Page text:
PONOKA, ALBERTA, July 4, 2013 — Blaine Calkins, Member of Parliament for Wetaskiwin, on behalf of the Honourable Diane Finley, Minister of Human Resources and Skills Development, today highlighted modifications to the Employment Insurance Act that remove preferential access to Employment Insurance benefits for convicted criminals. Bill C-316, introduced by Richard Harris, Member of Parliament for Cariboo–Prince George in British Columbia, received Royal Assent on June 26, 2013.
“Employment Insurance is meant to support Canadians who lose their jobs through no fault of their own while they look for work or upgrade their skills,” said Calkins. “This bill removes preferential treatment for convicted felons, and returns them to the same rules as law-abiding citizens.”
Individuals who are incarcerated are not entitled to receive Employment Insurance (EI) benefits while detained. However, under the current legislation, claimants can have their EI qualifying and/or benefit periods extended beyond the usual 52 weeks for each week they are confined in a jail, penitentiary or similar institution. The result is that prisoners have greater access to EI benefits.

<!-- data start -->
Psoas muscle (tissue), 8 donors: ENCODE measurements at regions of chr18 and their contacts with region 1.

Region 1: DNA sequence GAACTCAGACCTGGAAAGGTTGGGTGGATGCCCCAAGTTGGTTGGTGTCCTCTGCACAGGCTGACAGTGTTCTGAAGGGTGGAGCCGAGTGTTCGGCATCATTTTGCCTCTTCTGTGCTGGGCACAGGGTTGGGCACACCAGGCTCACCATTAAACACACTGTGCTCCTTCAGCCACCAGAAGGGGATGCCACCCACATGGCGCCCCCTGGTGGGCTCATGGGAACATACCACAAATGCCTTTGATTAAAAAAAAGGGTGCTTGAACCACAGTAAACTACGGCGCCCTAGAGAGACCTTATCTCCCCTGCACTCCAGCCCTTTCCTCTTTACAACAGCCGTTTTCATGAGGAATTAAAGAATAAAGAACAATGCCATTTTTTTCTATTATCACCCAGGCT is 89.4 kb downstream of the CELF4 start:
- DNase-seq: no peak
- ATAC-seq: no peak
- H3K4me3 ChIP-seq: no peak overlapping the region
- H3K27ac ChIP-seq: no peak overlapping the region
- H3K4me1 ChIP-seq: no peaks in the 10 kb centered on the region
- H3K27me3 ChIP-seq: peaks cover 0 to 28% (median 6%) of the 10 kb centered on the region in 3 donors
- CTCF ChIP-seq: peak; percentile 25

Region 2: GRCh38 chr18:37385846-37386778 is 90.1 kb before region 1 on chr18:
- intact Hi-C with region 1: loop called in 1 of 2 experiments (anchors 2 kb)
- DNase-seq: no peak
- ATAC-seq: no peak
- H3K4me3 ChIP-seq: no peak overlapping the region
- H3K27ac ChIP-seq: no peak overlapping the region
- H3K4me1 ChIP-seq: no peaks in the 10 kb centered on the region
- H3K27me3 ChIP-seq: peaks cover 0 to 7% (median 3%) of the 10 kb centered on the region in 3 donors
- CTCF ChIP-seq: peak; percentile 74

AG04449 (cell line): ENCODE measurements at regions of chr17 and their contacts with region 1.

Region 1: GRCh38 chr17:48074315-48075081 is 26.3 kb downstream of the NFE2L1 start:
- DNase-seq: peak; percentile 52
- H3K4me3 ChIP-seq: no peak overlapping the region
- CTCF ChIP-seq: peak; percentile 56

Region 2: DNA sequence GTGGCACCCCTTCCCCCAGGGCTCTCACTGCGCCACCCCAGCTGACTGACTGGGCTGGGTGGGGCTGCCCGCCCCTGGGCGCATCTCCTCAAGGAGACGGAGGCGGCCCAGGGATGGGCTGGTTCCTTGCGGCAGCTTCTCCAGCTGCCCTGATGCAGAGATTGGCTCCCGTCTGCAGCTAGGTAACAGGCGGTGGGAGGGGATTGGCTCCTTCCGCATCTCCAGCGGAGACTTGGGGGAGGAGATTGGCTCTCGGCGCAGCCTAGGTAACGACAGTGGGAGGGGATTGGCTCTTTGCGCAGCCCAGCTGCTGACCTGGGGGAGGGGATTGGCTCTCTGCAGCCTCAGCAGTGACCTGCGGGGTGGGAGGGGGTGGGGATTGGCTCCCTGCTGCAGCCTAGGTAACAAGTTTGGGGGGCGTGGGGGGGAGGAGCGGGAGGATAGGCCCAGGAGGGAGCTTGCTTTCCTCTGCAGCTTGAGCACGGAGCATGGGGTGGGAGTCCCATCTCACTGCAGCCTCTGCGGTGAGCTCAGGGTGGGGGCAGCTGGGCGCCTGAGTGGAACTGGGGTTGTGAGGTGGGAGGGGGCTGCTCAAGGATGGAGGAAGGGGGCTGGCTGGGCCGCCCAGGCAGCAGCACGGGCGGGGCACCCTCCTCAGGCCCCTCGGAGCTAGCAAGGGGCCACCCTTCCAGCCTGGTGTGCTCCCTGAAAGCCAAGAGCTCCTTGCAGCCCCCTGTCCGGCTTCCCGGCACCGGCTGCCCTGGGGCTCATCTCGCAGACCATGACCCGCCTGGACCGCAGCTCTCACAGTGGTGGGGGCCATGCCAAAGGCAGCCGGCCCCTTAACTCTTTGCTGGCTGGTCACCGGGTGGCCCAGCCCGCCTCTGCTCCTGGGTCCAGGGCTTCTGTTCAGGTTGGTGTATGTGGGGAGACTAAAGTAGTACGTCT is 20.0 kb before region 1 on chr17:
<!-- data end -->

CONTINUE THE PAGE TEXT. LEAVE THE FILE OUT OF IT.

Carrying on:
As of June 30, 2013, individuals who are incarcerated and found guilty of an offence for which they are being detained will no longer be able to benefit from these extensions. Individuals not found guilty of the charges for which they were held will continue to benefit from the extensions as provided under the current provisions. However, to prove they were not found guilty, these individuals will have to wait for the outcome of their judicial proceedings before requesting an extension of their qualifying and/or benefit period.
For more information on EI benefits, visit www.servicecanada.gc.ca/ei.